Pan European Networks - Horizon 2020 - page 145

time, demand for resources is ever growing.
Our population hit seven billion in 2011 and will
reach eight billion before 2030.
“In addition, the hundreds of millions of people
that are climbing out of poverty cannot possibly
consume fewer resources – less food or less
energy – than they do now. Maybe we can
consume less and maybe we should, but they
certainly cannot.
“So the only conclusion we can draw is that we
have to do things differently. Whatever we do,
we will have to do it sustainably. There will be
no strong economy for Europe without a strong
and sustainable maritime sector. So this is the
moment for you to think ahead, innovate and
push new projects. We count on you, too, to
create new jobs: green, sustainable jobs in a
booming blue economy.”
It is clear from Vella’s address that the
Commission is eager to take advantage of all
aspects of the European marine environment,
from research to energy to aquaculture. With
efforts through Horizon 2020, the new
Investment Plan for Europe and the Blue
Economy Business and Science Forum, such
ambitions will be realised.
2 0 2 0
H O R I Z O N 2 0 2 0 P R O J E C T S : P O R TA L
S O C I E TA L C H A L L E N G E S : E N V I R O N M E N T
Surveying the sea
In November 2014, the European Commission announced funding
from Horizon 2020 for the largest marine science project the EU
institution has ever funded. The National Oceanography Centre
(NOC) will play a leading role in the €20m AtlantOS project, which
brings together a wide spectrum of scientific disciplines from over
60 research organisations across the world in order to enhance the
efficiency of ocean observation procedures.
The 51-month project seeks to fundamentally restructure and
integrate existing, loosely co-ordinated Atlantic Ocean monitoring
activities, resulting in more efficient, more complete and lower cost
information delivery. The result is expected to have benefits ranging
from improved safety planning for coastal communities in the event
of oil spills, to better implementation of marine policies and more
accurate weather forecasting for offshore energy. The
multidisciplinary project includes the participation of researchers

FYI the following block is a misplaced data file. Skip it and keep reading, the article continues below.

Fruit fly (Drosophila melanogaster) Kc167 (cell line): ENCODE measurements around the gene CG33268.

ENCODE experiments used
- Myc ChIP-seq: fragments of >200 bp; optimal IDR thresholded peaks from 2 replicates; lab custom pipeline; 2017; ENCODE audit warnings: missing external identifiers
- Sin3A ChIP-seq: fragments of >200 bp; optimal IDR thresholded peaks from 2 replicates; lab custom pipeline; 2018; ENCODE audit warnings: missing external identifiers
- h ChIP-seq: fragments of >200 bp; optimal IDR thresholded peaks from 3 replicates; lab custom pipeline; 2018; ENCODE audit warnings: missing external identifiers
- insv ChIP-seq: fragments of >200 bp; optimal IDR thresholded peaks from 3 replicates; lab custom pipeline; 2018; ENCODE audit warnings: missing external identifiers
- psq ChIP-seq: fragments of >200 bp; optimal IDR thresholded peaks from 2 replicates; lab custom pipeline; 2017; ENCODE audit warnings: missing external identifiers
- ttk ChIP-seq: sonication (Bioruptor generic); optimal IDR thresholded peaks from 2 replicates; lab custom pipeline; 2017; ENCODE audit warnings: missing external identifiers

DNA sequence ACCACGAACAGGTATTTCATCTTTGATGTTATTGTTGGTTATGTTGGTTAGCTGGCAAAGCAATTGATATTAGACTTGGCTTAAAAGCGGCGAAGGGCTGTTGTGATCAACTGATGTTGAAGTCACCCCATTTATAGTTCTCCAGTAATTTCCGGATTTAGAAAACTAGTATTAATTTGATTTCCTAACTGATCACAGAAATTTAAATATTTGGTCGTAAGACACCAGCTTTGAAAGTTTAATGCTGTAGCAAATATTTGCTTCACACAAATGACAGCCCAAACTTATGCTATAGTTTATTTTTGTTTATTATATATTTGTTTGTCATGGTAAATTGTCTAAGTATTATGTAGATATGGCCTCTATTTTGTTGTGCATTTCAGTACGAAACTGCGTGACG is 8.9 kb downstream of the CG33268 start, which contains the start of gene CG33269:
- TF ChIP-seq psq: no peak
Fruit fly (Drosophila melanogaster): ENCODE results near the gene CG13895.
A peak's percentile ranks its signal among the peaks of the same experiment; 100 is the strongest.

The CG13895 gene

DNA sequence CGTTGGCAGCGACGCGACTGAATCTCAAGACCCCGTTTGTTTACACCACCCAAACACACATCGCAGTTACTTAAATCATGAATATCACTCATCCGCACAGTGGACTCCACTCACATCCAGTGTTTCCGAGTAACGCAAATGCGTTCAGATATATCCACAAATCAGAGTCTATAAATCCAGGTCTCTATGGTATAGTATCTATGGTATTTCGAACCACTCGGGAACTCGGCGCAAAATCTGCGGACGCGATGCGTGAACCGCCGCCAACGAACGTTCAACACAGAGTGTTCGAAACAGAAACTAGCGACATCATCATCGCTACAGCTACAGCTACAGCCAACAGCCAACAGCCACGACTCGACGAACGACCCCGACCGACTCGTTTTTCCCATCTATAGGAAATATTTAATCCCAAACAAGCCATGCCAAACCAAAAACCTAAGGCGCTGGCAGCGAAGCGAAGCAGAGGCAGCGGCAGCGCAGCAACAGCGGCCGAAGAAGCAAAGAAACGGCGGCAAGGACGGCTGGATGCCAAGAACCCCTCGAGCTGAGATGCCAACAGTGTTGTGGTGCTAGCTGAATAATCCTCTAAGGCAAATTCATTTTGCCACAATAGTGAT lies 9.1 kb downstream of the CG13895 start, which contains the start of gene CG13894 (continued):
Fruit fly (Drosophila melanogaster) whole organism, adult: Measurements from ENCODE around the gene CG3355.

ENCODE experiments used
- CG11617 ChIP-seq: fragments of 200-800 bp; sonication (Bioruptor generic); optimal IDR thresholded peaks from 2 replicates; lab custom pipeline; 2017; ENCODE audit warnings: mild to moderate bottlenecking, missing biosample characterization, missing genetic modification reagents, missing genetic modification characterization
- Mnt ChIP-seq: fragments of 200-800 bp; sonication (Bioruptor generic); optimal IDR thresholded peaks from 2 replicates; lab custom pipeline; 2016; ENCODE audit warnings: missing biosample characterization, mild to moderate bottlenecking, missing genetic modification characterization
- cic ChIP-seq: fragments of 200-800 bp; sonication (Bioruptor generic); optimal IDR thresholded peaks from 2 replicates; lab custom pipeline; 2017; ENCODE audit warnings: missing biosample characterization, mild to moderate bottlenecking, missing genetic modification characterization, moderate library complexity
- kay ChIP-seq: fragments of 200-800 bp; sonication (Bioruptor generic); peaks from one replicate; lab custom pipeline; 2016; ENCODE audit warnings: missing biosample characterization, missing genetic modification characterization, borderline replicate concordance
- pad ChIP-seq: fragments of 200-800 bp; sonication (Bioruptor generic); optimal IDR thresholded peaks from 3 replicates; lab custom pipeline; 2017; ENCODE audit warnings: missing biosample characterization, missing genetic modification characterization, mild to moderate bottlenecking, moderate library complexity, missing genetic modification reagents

working in the fields of biogeochemistry, physics, biology,
technology, ocean observation and modelling.
Professor Ian Wright, director of science and technology at the
NOC, described this type of project as “central to the NOC’s
ambitions in developing
in situ
and persistent observing of multiple
ocean parameters within a context of working with strong
European partners”.
AtlantOS will improve the readiness of existing ocean observation
networks and data systems, as well as strengthening Europe’s
contribution to the Global Ocean Observing System. Within this
project, the NOC will play the integral role of linking coastal and
offshore systems through sea-level work and coastal
biogeochemical projects, as well as co-ordinating field
observations, creating products to aid weather prediction, and
leading the development of new observation technologies,
techniques and systems to deliver data on all priority parameters.
Adding his thoughts, Dr Matt Mowlem, who is leading technology
developments in the NOC and AtlantOS, commented: “In addition
to integrating observational efforts and best practice
internationally, AtlantOS will support the development of
technologies and techniques. It will also address the current lack
of data for chemical and biological processes in ocean observing,
which should enable a step-change in our ability to understand
and manage this unique environment.”
The AtlantOS project has received funding through the first ‘Blue
Growth’ Horizon 2020 call, which aims to promote growth in the
ocean economy through innovation and the improved sharing of data.
Alpha Ventus wind
farm in the North Sea:
the commissioner
detailed the important
role of marine energy
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